That changed sharply in the 1990s, when civil society questioned the relevance of the IMF’s mandate and the adequacy of its governance structure to serve the needs of the global community in the twenty-first century. Critics saw the IMF as a lopsided instrument in the hands of the rich countries, and some member countries’ authorities became more hesitant to express their support for the IMF. But the quality of the IMF’s own governance will enhance the effectiveness of its involvement in issues that affect the welfare of citizens in its member countries.
The IMF’s rapid reaction to the Asian crisis—its development of a program focusing the financial architecture on crisis prevention and resolution—was an important show of good governance. Similarly, the IMF showed leadership in its search for monetary reform following the breakdown of the par value system in the early 1970s, its creation of the Interim Committee to strengthen political oversight of the IMF, and its adaptation to the growing weight and needs of the developing countries.
But IMF governance has been less satisfactory in the distribution of its quotas, used to meet the IMF’s capital requirements, and voting power, which has become distorted over time. To the detriment of Asia and developing countries in other regions, the current system is geared to defending the status quo. The quota formula, which attaches sizable weight to foreign trade and official reserves, plays to the advantage of Western European countries, which needed large quotas when they were still candidates for the use of IMF resources.
Quotas attempt to reflect member countries’ economic and financial importance. The industrial countries are the predominant creditor countries and should remain the majority shareholders. But a small number of industrial countries hold 60 percent of the voting power, while the vast majority of member countries—and of the global population—have only 40 percent. That is increasingly seen as evidence of the lopsidedness in the governance of the monetary system.
At the IMF’s recent Annual Meetings, the Managing Director called for further work to improve the structure of the IMF’s governance and achieve a distribution of quotas that would better reflect members’ relative economic positions.
In 1999, the Interim Committee was transformed into the International Monetary and Financial Committee (IMFC), but this has not, thus far, opened a new chapter of political leadership and IMF governance. Leadership could perhaps be strengthened if the IMFC were made into a decision-making council. It’s not necessarily the right solution, however, because of the concern that the industrial countries may be tempted to impose their voting power superiority rather than take the time to work toward consensus decisions. We are still looking for ways to make political oversight of the IMF more effective.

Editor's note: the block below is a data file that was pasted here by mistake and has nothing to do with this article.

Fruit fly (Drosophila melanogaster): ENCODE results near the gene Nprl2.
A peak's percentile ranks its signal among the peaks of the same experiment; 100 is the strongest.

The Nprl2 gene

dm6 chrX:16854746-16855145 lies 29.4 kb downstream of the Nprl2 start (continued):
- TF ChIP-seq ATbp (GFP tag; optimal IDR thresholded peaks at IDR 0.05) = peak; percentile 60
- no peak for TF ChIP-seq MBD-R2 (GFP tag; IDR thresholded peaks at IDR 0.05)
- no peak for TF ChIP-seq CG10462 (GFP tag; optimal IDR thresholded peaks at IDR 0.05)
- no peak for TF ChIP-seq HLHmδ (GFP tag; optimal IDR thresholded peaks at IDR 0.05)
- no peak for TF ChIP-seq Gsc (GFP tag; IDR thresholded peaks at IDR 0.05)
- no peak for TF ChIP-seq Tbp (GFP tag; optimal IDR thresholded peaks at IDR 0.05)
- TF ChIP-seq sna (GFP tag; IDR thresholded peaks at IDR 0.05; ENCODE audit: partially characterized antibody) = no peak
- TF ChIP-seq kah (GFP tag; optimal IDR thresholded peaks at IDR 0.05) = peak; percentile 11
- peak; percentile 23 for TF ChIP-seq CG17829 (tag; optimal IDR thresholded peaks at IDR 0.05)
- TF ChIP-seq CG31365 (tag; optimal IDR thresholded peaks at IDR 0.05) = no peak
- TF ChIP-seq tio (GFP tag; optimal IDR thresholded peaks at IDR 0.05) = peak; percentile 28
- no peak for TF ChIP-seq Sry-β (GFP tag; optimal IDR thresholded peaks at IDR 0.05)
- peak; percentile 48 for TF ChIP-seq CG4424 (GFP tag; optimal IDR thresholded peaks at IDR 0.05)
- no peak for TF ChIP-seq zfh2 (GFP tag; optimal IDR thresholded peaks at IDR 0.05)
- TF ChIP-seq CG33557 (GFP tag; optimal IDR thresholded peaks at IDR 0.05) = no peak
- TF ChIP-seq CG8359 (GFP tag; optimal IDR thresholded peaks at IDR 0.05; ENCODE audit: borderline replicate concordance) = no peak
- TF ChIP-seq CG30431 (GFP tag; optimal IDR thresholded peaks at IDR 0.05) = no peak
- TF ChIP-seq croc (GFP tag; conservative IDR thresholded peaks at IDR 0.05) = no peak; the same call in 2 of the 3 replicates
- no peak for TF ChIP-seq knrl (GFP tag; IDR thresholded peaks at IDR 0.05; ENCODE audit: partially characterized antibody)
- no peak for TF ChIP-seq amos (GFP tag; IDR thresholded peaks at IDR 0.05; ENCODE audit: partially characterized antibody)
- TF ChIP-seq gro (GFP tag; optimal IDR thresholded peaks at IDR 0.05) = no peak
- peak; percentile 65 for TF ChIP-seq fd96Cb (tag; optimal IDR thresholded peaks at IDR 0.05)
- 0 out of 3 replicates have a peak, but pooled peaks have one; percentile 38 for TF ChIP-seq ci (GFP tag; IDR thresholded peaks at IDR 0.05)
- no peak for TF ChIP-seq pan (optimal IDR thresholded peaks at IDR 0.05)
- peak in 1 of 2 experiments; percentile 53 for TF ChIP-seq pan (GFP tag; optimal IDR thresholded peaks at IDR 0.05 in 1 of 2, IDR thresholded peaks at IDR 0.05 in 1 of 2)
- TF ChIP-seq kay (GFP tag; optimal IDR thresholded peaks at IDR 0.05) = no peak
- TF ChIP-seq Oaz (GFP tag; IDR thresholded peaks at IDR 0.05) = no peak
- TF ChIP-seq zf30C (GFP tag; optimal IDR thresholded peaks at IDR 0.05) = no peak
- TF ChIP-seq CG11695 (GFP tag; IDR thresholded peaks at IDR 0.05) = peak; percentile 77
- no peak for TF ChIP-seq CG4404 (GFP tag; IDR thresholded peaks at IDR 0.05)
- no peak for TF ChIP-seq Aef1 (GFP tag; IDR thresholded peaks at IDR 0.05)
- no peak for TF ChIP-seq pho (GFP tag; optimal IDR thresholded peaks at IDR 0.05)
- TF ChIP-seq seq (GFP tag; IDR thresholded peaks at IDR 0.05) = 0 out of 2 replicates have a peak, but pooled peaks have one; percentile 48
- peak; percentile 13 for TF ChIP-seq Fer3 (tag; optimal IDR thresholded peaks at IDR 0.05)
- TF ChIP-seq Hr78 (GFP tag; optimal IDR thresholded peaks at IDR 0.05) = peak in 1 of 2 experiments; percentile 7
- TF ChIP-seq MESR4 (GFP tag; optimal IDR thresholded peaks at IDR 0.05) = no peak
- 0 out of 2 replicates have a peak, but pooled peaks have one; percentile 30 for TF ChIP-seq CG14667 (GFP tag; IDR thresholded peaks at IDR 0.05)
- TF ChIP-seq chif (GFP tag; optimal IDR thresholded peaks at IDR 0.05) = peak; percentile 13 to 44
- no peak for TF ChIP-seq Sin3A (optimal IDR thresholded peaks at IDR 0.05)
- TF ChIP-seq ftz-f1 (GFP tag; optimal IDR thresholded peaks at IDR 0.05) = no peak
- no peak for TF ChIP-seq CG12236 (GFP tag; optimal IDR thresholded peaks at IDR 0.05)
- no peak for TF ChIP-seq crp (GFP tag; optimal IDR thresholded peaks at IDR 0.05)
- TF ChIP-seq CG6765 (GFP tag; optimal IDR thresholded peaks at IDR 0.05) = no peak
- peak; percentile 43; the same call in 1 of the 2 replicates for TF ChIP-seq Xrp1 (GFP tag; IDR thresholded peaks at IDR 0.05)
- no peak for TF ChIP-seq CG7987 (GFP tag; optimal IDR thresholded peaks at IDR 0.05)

When new systemic issues and financial crises took center stage in the 1990s, the role of the Group of Seven increased. In recent years, IMF members and observers have voiced concern that these countries—holding nearly one-half the total voting power in the IMF—are setting the institutional financial agenda. Their leadership in the management of the system is natural. However, their dominance could endanger the IMF’s cooperative character unless they exert their influence within the global framework of the IMF rather than appear to impose it from above. Also, the group’s insistence that IMF members strengthen their policies and that the institution have a reduced financing role appears to be out of balance with its weak surveillance over its own members, with the lackluster economic activity in major industrial countries, and with the urgent need for structural reform in a number of them.
Policymaking by consensus continues to be broadly supported and provides particular protection for the developing countries, which are keenly aware that it is in their interests to have strong Executive Directors who will participate actively in decision making. In the Board environment, the influence of an individual Director can, and frequently does, reach well beyond his or her voting power. Complex issues often involve financial matters requiring a special majority of 70 percent, providing the developing countries with potential veto power, which they have used effectively over the years.
For consensus decision making to work well, Executive Directors must have seniority in their capitals and the authority to engage in give-and-take. Moreover, the system needs protection against forces that can put it at risk. The Group of Seven increasingly tends to act as a self-appointed steering group of the IMF, raising questions about whether its Executive Directors have the necessary room to maneuver to shape decisions in a framework based on consensus. The creation of the Group of Deputies within the IMFC raises similar concerns.
The creation of the Independent Evaluation Office in 2001 also enhanced IMF transparency and accountability. Although no backsliding in transparency should be tolerated, care should be exercised to ensure that transparency does not interfere with members’ confidentiality requirements and the IMF’s operational needs.